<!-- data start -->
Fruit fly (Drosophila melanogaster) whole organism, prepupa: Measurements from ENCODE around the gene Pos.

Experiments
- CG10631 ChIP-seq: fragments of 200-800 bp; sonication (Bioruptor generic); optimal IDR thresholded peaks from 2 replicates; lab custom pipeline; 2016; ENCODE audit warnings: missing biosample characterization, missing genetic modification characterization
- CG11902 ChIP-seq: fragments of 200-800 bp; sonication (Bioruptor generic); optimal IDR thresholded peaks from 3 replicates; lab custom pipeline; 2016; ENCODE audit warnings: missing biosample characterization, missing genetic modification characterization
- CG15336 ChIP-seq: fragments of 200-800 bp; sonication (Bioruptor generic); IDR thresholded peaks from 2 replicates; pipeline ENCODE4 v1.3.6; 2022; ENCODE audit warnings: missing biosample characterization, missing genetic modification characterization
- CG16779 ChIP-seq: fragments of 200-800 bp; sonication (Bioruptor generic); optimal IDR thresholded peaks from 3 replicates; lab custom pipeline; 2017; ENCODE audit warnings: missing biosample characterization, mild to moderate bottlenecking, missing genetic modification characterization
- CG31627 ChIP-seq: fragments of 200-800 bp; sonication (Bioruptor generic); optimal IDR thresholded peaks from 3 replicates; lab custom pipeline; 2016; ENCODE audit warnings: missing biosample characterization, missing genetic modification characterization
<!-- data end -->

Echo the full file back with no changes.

Fruit fly (Drosophila melanogaster) whole organism, prepupa: Measurements from ENCODE around the gene Pos.

Experiments
- CG10631 ChIP-seq: fragments of 200-800 bp; sonication (Bioruptor generic); optimal IDR thresholded peaks from 2 replicates; lab custom pipeline; 2016; ENCODE audit warnings: missing biosample characterization, missing genetic modification characterization
- CG11902 ChIP-seq: fragments of 200-800 bp; sonication (Bioruptor generic); optimal IDR thresholded peaks from 3 replicates; lab custom pipeline; 2016; ENCODE audit warnings: missing biosample characterization, missing genetic modification characterization
- CG15336 ChIP-seq: fragments of 200-800 bp; sonication (Bioruptor generic); IDR thresholded peaks from 2 replicates; pipeline ENCODE4 v1.3.6; 2022; ENCODE audit warnings: missing biosample characterization, missing genetic modification characterization
- CG16779 ChIP-seq: fragments of 200-800 bp; sonication (Bioruptor generic); optimal IDR thresholded peaks from 3 replicates; lab custom pipeline; 2017; ENCODE audit warnings: missing biosample characterization, mild to moderate bottlenecking, missing genetic modification characterization
- CG31627 ChIP-seq: fragments of 200-800 bp; sonication (Bioruptor generic); optimal IDR thresholded peaks from 3 replicates; lab custom pipeline; 2016; ENCODE audit warnings: missing biosample characterization, missing genetic modification characterization